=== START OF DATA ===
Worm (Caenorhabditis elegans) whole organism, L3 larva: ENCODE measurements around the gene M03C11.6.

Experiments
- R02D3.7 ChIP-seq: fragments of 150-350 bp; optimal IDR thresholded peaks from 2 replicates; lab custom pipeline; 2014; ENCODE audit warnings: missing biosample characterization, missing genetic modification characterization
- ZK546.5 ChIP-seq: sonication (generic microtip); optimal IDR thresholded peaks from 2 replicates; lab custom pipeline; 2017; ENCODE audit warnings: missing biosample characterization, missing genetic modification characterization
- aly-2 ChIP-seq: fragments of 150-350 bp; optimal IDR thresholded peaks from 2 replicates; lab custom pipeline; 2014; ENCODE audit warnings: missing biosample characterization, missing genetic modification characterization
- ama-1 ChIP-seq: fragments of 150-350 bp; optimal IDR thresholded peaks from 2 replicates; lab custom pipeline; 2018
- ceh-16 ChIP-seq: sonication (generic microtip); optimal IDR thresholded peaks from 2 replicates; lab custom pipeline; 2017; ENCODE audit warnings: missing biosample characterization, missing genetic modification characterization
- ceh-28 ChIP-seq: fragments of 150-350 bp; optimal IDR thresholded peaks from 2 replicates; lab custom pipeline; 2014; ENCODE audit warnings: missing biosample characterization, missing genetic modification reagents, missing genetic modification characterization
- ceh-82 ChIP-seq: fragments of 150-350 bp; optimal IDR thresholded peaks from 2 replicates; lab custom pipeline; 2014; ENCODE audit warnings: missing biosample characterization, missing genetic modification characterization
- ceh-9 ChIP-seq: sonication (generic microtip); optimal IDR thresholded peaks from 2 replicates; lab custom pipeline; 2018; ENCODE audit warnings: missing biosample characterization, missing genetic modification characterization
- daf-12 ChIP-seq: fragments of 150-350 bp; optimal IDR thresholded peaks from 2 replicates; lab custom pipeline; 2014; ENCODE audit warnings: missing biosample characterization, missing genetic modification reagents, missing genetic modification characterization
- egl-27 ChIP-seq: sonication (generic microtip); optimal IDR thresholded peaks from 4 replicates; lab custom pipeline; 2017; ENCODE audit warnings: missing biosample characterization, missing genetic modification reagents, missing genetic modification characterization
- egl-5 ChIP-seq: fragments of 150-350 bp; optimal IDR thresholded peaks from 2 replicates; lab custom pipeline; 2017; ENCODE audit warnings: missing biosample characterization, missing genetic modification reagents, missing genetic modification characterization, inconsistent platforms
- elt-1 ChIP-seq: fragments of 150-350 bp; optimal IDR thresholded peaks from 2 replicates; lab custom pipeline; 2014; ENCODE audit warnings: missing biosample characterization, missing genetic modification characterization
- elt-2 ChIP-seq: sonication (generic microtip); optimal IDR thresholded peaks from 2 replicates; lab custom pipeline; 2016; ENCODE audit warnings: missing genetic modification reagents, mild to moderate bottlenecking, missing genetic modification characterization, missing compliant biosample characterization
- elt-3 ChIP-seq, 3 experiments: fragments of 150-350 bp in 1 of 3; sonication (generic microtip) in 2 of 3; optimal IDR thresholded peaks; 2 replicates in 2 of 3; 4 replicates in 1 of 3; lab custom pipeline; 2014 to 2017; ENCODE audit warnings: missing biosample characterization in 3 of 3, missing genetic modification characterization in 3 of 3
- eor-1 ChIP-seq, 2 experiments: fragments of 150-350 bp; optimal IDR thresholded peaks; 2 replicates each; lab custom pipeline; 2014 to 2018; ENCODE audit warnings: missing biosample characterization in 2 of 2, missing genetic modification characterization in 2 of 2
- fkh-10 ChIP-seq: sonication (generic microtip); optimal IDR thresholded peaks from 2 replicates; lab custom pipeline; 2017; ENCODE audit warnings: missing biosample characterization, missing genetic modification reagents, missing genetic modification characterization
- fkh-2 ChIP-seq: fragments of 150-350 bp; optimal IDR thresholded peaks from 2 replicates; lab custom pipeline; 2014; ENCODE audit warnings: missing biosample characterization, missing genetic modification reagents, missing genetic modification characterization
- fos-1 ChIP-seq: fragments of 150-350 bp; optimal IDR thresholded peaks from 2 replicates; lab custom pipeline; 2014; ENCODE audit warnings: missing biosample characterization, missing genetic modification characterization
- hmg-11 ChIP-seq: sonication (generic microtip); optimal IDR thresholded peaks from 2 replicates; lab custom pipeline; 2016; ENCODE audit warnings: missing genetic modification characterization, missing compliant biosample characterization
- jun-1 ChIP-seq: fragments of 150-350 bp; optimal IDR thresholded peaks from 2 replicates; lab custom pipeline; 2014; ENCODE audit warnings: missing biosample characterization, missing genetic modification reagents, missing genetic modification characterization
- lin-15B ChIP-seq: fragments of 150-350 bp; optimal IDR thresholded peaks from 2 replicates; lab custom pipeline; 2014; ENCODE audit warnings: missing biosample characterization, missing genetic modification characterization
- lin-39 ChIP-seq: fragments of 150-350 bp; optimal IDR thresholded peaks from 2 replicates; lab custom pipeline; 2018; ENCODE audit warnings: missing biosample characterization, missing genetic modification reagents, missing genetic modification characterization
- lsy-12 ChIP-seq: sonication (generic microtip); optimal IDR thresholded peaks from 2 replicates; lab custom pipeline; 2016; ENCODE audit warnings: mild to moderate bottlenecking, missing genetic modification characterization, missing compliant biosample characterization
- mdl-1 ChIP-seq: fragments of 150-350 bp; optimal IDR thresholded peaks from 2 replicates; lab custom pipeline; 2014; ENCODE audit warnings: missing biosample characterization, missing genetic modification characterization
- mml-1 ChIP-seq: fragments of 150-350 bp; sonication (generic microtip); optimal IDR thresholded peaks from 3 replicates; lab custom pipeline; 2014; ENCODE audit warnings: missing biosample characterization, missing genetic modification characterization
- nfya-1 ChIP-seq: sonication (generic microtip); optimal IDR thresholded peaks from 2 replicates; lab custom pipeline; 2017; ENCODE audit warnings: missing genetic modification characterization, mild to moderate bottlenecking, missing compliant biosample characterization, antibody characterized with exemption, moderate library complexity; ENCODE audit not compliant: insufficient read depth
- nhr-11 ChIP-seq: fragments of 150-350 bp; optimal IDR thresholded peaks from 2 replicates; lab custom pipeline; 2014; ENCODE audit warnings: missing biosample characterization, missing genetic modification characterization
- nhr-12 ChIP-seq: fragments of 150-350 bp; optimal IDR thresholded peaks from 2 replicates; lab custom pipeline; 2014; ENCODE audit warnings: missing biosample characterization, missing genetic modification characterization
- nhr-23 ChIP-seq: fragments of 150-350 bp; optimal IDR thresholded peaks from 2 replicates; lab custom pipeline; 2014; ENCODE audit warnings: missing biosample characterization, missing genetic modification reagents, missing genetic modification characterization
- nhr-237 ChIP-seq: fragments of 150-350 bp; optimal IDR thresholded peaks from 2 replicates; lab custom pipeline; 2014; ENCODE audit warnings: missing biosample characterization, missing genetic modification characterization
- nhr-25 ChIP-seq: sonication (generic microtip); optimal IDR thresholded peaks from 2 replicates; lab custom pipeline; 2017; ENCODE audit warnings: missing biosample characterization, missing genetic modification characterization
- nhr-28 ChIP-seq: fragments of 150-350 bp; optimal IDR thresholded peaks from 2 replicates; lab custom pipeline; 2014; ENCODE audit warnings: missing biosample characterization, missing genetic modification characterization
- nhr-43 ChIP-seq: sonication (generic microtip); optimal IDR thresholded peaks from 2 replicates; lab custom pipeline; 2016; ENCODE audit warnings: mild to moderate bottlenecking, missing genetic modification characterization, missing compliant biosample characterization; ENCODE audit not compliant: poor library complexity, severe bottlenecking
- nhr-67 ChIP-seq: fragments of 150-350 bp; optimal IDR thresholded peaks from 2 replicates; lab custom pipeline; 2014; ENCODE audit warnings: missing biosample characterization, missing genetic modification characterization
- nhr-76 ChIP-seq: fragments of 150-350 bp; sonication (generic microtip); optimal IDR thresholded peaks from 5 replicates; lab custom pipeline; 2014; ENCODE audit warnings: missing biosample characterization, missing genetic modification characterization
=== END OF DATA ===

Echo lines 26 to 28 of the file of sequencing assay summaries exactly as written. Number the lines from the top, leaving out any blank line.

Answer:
- mdl-1 ChIP-seq: fragments of 150-350 bp; optimal IDR thresholded peaks from 2 replicates; lab custom pipeline; 2014; ENCODE audit warnings: missing biosample characterization, missing genetic modification characterization
- mml-1 ChIP-seq: fragments of 150-350 bp; sonication (generic microtip); optimal IDR thresholded peaks from 3 replicates; lab custom pipeline; 2014; ENCODE audit warnings: missing biosample characterization, missing genetic modification characterization
- nfya-1 ChIP-seq: sonication (generic microtip); optimal IDR thresholded peaks from 2 replicates; lab custom pipeline; 2017; ENCODE audit warnings: missing genetic modification characterization, mild to moderate bottlenecking, missing compliant biosample characterization, antibody characterized with exemption, moderate library complexity; ENCODE audit not compliant: insufficient read depth